Cost-of-living crisis the biggest challenge for 70% of HR professionals
Latest research by employment law and HR consultancy firm, WorkNest, found that 70% of HR professionals highlighted the cost of living as their most significant challenge for 2023.
This was closely followed by retention (69%) and recruitment (55%). A third of those questioned also see skills shortages (34%) as a significant HR challenge next year, and employee engagement (24%).
Echoing this, half (50%) of HR professionals believe retention will be the stage of the employee lifecycle in which they will face the most challenges in 2023, followed by recruitment (44%).
Interestingly, only 6% of HR professionals think the most significant challenges will come from in-life employee management (onboarding and offboarding). Yet if they could manage this better, then they could impact the high resignation rates and not need to face recruitment challenges.
With the cost of living crisis and the repercussions this will have throughout 2023, three-quarters (75%) of HR professionals revealed that mental health and wellbeing would be the most crucial area for HR to support employees over the next 12 months.
This was followed by performance management (50%), diversity, equality and inclusion (48%) and hybrid and flexible working (48%). Other areas also mentioned by HR professionals included financial wellbeing and cost of living.
Being efficient is essential, and HR professionals want to help streamline their processes further with secure HR platforms and having a solid budget to help them achieve their goals. Almost three in 10 (29%) respondents revealed their HR technology budget will increase in 2023, while 37% said their budget would stay the same next year.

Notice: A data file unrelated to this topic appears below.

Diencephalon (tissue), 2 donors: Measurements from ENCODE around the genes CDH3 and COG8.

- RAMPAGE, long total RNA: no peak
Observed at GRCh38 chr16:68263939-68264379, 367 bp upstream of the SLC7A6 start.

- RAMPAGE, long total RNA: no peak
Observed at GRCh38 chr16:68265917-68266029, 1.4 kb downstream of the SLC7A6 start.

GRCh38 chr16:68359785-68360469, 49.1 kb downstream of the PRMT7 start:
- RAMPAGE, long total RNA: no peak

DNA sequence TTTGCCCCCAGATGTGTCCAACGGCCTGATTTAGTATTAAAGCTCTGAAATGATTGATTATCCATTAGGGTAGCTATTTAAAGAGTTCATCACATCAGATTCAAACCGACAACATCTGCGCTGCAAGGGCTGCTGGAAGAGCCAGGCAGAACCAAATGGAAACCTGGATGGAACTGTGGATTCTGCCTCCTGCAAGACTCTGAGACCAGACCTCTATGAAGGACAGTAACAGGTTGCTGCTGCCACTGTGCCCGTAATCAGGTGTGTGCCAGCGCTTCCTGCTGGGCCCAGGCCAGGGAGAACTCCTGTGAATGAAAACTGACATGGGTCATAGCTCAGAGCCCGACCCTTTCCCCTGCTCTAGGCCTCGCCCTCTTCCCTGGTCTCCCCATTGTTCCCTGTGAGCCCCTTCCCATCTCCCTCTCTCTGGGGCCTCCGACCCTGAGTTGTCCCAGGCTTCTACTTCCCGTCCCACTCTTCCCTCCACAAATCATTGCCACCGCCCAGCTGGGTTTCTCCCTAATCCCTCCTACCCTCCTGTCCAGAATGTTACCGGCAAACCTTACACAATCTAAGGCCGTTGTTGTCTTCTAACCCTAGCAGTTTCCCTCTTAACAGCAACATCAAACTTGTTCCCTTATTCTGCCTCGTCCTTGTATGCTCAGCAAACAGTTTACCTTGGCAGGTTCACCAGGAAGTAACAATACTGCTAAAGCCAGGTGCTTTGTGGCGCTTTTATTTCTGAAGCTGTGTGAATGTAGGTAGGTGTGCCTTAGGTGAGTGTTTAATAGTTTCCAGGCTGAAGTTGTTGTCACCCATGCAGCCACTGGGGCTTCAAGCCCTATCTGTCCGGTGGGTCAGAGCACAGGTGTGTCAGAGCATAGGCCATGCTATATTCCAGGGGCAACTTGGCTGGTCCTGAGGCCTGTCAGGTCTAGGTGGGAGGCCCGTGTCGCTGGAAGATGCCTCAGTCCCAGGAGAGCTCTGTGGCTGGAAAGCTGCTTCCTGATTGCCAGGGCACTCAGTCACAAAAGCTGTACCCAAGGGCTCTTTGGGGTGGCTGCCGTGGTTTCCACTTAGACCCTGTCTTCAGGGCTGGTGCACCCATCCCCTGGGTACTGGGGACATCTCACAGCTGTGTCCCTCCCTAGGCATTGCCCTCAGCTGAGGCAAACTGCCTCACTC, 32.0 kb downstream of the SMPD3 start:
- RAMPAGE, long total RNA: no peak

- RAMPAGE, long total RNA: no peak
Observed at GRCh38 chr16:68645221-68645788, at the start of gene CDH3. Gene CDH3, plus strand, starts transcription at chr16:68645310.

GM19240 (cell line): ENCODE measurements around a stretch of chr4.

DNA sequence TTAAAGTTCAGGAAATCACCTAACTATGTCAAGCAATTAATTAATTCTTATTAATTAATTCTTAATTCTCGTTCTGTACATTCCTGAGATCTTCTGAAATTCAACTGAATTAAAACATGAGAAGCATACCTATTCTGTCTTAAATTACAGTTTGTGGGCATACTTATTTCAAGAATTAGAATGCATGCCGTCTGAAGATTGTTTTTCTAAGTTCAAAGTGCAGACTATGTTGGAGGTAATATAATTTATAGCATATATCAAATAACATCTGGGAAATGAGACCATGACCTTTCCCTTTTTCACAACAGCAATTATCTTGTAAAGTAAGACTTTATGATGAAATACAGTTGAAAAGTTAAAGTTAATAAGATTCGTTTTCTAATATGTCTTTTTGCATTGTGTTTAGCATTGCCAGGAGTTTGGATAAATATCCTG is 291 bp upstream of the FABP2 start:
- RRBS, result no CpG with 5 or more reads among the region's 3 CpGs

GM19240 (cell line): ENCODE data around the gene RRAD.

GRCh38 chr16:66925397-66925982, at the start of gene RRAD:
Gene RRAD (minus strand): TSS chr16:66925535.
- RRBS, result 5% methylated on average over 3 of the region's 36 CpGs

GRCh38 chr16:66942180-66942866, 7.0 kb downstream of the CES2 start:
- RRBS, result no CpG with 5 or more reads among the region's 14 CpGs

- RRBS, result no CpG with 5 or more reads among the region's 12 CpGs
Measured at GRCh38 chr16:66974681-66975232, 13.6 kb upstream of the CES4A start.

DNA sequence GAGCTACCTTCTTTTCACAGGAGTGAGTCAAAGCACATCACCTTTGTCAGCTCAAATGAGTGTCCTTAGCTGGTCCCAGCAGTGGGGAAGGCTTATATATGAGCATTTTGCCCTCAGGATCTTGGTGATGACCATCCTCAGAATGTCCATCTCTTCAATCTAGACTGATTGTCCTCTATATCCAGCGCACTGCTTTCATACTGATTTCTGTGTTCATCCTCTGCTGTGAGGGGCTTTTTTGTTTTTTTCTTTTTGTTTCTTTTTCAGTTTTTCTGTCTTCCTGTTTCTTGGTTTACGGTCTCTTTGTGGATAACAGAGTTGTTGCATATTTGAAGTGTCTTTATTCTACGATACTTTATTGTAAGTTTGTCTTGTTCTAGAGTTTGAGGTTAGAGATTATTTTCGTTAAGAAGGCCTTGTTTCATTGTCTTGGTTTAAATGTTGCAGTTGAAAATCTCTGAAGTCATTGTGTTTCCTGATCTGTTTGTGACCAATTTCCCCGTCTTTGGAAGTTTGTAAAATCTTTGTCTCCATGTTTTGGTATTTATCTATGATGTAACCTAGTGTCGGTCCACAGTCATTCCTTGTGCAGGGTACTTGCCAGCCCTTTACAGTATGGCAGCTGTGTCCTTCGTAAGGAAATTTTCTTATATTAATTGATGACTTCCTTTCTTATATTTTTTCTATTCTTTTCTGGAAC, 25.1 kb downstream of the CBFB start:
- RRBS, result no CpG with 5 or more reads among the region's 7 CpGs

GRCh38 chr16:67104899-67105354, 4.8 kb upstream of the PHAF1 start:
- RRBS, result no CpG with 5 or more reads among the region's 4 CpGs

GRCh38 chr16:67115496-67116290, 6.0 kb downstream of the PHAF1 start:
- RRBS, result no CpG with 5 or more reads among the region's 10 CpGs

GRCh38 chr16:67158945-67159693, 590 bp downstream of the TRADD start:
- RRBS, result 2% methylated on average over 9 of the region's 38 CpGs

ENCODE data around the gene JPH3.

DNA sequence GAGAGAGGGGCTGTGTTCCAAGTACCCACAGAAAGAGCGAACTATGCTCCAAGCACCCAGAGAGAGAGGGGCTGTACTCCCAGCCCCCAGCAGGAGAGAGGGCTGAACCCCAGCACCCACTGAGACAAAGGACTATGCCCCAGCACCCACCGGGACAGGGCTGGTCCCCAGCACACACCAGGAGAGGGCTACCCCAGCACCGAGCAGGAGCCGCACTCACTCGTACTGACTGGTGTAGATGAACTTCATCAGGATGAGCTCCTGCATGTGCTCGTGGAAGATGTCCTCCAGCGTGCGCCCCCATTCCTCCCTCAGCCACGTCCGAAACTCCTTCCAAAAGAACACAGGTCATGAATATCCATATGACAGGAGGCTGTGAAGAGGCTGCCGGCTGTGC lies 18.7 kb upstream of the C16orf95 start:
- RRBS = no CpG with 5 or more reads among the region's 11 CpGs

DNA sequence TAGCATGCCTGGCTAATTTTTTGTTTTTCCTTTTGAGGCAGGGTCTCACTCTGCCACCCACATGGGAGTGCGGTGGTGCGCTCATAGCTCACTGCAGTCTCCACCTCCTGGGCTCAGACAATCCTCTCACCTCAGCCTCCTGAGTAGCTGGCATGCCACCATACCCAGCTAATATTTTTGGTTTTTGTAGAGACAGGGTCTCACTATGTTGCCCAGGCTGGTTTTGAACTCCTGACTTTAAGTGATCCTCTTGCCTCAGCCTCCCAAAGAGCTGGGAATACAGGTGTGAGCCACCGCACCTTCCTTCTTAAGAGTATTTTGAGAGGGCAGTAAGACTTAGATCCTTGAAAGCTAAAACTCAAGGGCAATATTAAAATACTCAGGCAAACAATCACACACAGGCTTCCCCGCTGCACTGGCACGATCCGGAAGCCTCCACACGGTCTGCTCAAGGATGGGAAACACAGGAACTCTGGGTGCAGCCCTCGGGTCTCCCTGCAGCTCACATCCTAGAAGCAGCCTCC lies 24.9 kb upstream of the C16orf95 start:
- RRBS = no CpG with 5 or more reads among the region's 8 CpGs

Making the most out of employee data allows businesses to remain effective, respond to trends, and support building a high-performance culture in their organisation. According to our survey, 92% of HR professionals will be using people analytics to drive their HR strategy, yet over a third (34%) have no certainty about their tech budget for 2023.
Interestingly, almost half (49%) of HR professionals admitted they’re not looking at cost savings in their organisation, despite the majority stating that the cost-of-living crisis will be their biggest challenge next year. However, almost two in 10 (18%) HR professionals divulged that their organisations would reduce headcount to drive cost savings, and 10% were pausing recruitment.
Hannah Copeland, HR Business Partner at WorkNest, commented on the results, “HR teams across the UK have a challenging year ahead. The cost of living is at the top of everyone’s mind regarding how they manage and support their employees through this difficult time. Unfortunately, many businesses will be forced to make cuts and may encounter tremendous retention and recruitment issues as employees look to improve their salaries in the face of rising costs.
“Keeping employees engaged, having regular conversations with them to understand their worries and supporting them with mental health and financial wellbeing will be critical over the next 12 months. Organisations will need to be working through robust and fair redundancy consultation and selection exercises and make sure that employees are treated with empathy and respect if they are impacted; remembering that no redundancies can be made on discriminatory grounds otherwise, they could face various legal challenges.
“The next year requires HR to be smart by being more efficient and using people analytics to find the root cause of certain issues. For example, if several resignations come from one team, question it. Were exit interviews conducted to understand why they all left? Is the line manager the common denominator here? If so, does capability need to be analysed?”